In the ever-evolving landscape of Buckhead’s real estate market, a recent trend analysis reveals a striking dichotomy in the single-family homes sector. The data, spanning from 2018 to 2023, shows increasing property values against a backdrop of declining sales volumes, a trend that speaks volumes about the shifting dynamics of this desirable area of Atlanta.
The red line in the graph illustrates a downward trajectory in the number of single-family homes sold over the years. The peak of sales was observed in 2021, with 1,437 homes sold. However, this figure took a sharp downturn in the subsequent years, with sales plummeting to just 672 homes last year. This represents a startling drop of approximately 53% from the 2021 peak and a 27.4% drop from the prior year.
The chart paints a different picture with its blue line, indicating the average sale prices of these homes. In a counterintuitive twist, the prices have been consistently on the rise, even as the number of sales dwindled. From an average price of $1.13 million in 2018, the market saw a steady climb, reaching a zenith of $1.71 million in 2023. This upward trend in prices, marking an increase of over 50% in five years, suggests that the Buckhead market remains a bastion for high-value properties, attracting affluent buyers despite the overall decrease in transactions.
While this data clearly indicates that Buckhead remains the address of choice, it exposes the fact that supply levels of available homes are clearly not keeping up with demand. With metro Atlanta once again poised to be one of the top US real estate markets in 2024, these trends are likely to persist.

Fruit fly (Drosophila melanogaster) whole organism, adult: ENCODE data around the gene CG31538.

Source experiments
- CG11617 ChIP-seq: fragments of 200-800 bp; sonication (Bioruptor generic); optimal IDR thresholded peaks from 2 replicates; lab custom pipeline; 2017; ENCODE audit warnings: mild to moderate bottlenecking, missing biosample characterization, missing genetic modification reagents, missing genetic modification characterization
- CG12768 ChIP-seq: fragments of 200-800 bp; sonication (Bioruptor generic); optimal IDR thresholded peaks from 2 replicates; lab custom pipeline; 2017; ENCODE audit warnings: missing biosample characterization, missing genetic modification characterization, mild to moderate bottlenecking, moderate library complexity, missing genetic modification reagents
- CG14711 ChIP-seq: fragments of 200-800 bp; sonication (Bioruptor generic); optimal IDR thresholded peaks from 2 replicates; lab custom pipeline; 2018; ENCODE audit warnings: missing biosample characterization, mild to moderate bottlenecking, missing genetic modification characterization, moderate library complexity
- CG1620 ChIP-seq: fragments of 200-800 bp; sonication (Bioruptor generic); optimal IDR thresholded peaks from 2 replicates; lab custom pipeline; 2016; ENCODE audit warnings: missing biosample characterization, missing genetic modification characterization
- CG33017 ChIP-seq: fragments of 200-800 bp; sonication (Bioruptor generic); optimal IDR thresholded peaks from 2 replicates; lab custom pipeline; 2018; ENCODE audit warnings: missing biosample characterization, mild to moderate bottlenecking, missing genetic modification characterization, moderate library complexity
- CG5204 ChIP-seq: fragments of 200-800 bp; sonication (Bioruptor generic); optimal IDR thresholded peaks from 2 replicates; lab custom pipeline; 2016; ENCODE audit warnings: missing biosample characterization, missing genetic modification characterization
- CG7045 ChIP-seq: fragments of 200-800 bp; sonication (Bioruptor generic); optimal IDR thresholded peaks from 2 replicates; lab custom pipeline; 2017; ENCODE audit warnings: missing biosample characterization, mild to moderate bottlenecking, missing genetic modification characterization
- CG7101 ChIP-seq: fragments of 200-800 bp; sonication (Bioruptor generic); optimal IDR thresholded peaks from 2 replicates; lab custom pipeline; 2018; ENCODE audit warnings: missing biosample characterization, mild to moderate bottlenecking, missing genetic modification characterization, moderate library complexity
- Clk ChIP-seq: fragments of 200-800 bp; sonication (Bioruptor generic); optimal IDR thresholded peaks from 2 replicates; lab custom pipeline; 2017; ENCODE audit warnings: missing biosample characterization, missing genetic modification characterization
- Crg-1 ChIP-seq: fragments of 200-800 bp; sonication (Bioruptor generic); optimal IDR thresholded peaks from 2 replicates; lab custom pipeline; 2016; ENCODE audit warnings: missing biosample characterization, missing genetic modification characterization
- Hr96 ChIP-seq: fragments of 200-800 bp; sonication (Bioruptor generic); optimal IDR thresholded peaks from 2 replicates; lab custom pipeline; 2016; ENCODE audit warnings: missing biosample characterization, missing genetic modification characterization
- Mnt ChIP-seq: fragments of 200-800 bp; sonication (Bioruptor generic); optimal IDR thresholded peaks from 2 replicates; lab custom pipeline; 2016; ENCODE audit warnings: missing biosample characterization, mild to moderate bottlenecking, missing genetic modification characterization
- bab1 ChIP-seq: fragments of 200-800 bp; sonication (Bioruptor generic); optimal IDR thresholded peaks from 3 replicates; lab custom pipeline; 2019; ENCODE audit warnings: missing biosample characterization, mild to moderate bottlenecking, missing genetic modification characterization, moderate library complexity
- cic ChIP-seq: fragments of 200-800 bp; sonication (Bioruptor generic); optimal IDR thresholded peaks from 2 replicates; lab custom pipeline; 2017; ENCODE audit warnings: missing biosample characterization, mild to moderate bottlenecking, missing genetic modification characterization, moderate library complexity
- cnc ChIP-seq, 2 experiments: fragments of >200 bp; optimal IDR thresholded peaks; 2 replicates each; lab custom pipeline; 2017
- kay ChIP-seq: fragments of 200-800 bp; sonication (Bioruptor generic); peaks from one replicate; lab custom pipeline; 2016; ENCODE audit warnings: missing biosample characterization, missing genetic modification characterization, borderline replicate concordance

Is This A Problem That Requires A Solution?
While individual home-owners may cheer the news of their home value increasing, it is a point of debate whether these increases in value and constraints on supply are healthy long term for our community. Affordable housing advocates focus on workforce housing through multi-family projects such as the one proposed by the Atlanta Beltline Inc at 579 Garson Drive in South Buckhead, but single-family homes are never part of those conversations. Not since Atlanta’s City Planner Tim Keane released Atlanta City Design Housing in December 2020, has anyone attempted to change housing density and zoning to allow for more single-family homes to be built at a lower cost. The pushback from the community to these changes was strong and swift. Keane left Atlanta for the same position in Boise, Idaho one year after unveiling his proposals, which have since been tabled. Without the political will or public support for changes to zoning, the Buckhead real estate market will continue to be shaped by the delicate balance between available land, construction costs, supply, demand, and interest rates.